'Havisham' Gives Dickens a Makeover

by Caitlin Van Horn

Hold on to your wedding veils — in Ronald Frame’s Havisham (Picador), everybody’s favorite spinster gets a makeover. You may last remember seeing Miss Havisham in Charles Dickens’ Great Expectations (probably in 9th grade English), but Frame has re-imagined Dickens’ creepy old maid in an entirely different (and much more interesting) light.

Frame’s Catherine Havisham seems part of a growing trend towards making our “bad” characters likable — or at the very least, understandable. If we’re being precise, we can’t call people like Gregory House, Walter White, Jaime Lannister, or Nathaniel P. “good,” but we also can’t put down the book or flip the channel. While no one should be setting her moral compass to any of these characters, they’re incredibly compelling in a way that doesn’t happen with someone who is pure good or pure evil.

In Great Expectations, Havisham’s manipulations of Estella are hardly benevolent:

But as she grew, and promised to be very beautiful, I gradually did worse, and with my praises, and with my jewels, and with my teachings, and with this figure of myself always before her a warning to back and point my lessons, I stole her heart away and put ice in its place.

As merely a jilted bride, the original Miss Havisham is neither particularly sympathetic nor interesting (beyond her fantastic, decrepit appearance). However, Frame imbues her with a life of her own (really —Catherine can actually function as a compelling voice without a Pip, Estella, or Compeyson to bolster her).

In her early life, Miss Havisham encounters nothing but deceit from those she believes care about her most; her father secretly remarries and brings his estranged and violent son to live in Satis House, and the wealthy family she is sent to live with to be “polished” for society is (as she unexpectedly discovers) being paid off to tolerate her and secretly finds her irritating and unrefined. It’s no surprise she clings to her childhood friend Sally, and that when she meets Mr. Compeyson, she falls for him — hard. Havisham admits that

I should have been walking tall — and, doubtless, proud. But I was afraid every time he left me, not just unhappy. Fear cut me down to size, and then it slammed an iron bar against my stomach.

By using Havisham as a first-person narrator and giving her a rich back story Frame makes her much more than an evil spinster — this new Havisham is a dynamic and textured character that can power a novel all on her own.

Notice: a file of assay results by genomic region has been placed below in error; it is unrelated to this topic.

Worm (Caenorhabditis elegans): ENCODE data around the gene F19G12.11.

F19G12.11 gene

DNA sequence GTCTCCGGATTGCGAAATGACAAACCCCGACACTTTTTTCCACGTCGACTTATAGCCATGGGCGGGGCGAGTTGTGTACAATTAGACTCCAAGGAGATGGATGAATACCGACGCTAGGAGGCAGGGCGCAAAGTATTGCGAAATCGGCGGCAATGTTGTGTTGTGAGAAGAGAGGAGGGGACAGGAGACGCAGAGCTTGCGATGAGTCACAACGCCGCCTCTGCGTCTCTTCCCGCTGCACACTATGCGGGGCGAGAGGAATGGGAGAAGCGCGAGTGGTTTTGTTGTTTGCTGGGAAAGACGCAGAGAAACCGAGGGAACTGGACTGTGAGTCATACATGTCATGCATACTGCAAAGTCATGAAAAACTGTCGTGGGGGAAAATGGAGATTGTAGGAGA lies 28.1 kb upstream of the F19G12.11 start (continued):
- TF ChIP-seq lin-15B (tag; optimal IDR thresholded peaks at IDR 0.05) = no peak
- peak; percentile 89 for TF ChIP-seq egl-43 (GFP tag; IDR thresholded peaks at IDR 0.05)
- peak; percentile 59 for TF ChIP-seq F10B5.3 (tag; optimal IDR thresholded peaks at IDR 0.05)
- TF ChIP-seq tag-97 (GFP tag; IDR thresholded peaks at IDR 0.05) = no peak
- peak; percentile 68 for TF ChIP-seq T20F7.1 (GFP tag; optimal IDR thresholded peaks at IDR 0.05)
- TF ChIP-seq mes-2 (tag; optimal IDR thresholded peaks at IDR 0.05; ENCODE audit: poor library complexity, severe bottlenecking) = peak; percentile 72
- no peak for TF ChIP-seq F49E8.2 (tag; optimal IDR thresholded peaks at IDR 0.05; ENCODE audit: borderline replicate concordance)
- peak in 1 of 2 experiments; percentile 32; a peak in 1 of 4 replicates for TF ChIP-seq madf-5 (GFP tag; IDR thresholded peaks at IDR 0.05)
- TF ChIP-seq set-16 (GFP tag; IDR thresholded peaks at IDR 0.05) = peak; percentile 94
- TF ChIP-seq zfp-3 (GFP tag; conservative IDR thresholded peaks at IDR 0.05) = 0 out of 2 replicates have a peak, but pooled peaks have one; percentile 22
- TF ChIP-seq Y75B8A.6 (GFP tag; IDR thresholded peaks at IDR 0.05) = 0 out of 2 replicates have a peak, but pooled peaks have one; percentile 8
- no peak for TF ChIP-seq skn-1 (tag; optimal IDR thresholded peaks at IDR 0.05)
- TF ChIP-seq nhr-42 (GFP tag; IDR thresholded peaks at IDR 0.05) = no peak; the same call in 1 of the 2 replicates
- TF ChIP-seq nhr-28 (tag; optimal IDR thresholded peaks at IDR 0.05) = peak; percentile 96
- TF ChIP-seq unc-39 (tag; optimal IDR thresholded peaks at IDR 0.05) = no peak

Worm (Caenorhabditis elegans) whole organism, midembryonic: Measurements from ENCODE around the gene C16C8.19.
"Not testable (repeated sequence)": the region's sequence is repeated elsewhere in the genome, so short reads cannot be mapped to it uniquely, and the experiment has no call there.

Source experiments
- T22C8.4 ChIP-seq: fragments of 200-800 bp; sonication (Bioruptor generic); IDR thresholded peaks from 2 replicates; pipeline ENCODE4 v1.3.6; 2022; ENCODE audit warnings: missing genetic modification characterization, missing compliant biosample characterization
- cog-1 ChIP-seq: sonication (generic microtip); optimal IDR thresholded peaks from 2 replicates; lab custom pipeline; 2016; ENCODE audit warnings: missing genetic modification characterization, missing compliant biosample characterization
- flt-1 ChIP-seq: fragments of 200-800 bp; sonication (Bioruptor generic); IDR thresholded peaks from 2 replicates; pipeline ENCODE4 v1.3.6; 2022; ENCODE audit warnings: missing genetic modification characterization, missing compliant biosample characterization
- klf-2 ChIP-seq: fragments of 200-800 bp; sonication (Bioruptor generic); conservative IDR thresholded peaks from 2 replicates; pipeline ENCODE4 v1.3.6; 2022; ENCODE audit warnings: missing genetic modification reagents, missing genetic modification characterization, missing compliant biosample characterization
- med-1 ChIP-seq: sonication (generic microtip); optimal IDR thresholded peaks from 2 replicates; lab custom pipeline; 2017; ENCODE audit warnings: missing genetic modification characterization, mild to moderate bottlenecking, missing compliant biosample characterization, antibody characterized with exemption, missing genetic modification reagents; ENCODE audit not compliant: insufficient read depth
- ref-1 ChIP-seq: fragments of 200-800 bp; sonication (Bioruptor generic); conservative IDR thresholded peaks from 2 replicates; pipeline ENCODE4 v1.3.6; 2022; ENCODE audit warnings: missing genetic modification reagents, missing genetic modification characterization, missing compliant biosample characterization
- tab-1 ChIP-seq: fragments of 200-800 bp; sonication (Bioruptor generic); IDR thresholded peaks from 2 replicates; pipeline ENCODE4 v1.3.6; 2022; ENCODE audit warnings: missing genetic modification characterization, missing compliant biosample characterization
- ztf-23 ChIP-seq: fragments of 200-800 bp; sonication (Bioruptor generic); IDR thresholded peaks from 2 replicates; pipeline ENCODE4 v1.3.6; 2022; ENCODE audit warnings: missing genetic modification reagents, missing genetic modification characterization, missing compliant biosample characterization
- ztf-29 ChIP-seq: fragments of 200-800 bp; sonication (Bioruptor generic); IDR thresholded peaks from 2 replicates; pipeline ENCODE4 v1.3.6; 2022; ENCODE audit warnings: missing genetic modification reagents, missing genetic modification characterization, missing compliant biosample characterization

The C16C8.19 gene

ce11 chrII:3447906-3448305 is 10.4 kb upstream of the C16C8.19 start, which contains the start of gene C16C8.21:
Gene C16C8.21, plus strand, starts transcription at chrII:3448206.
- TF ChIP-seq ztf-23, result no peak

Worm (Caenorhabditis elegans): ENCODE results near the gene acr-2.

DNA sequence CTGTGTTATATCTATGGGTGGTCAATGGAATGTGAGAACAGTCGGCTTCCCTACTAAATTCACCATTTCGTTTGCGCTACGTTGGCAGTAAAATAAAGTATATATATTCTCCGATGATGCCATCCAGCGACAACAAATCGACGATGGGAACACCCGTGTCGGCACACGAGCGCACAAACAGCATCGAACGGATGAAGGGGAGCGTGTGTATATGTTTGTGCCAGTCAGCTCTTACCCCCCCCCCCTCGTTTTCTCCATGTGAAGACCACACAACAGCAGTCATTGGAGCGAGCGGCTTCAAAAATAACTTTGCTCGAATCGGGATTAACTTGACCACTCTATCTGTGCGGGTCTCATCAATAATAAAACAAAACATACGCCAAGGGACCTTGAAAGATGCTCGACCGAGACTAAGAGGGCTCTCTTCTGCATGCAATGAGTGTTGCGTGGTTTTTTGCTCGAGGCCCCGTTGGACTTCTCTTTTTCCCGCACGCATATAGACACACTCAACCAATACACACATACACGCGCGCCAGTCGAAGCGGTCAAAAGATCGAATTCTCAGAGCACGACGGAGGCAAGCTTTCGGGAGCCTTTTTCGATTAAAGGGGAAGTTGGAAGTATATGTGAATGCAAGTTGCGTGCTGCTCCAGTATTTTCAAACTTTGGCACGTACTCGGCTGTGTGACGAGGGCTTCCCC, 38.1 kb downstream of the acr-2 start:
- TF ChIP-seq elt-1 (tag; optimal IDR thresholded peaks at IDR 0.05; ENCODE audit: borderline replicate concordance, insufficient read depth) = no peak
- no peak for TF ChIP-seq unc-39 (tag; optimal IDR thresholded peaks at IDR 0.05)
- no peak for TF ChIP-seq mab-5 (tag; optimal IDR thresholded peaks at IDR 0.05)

But Frame is playing with more than just Dickens’ idea of Miss Havisham — he’s tweaking the entire fabric of Dickens’ world. Miss Havisham of Great Expectations is part of a larger class of Dickensian females that are either docile and doll-like or vicious bloodhounds (see: Lucie Manette and Madame Defarge of A Tale of Two Cities). Refreshingly, however, Havisham’s titular character is a strong business woman; she takes over her family’s brewery and rights the accounts her duplicitous fiancée meddled with, all while tracking him down and dealing with mutinous brewers. As she reminds herself, “They had forgotten the stock I came from: that I wasn’t just any woman, but a Kent Havisham: proof and tempered, through and through.” Whether it’s because of Dickens’ own prerogative or just the conventions of his time, there was no room for a woman as bold and progressive as Frame’s Catherine Havisham in his original work.

Other novels have rebooted classic works of literature, notably Wide Sargasso Sea by Jean Rhys, a retelling of Jane Eyre narrated by Rochester’s “insane” first wife, Bertha. As classic texts like Jane Eyre and Great Expectations age, certain aspects (trading in your swarthy Creole wife for a younger, whiter model, or being almost cartoonishly deranged and twisted after being left at the altar) might start to chafe at modern readers — and that’s where a re-imagination like Frame’s comes in. Addressing the creeping, misogynistic themes of the original novel (all women are out to beguile and betray you? Really?) by making Havisham a three-dimensional, nuanced character puts a new coat of paint on an old classic. While Frame doesn't completely makeover Great Expectations with Havisham, he injects life into the story, and turns a sad old spinster into a force to be reckoned with.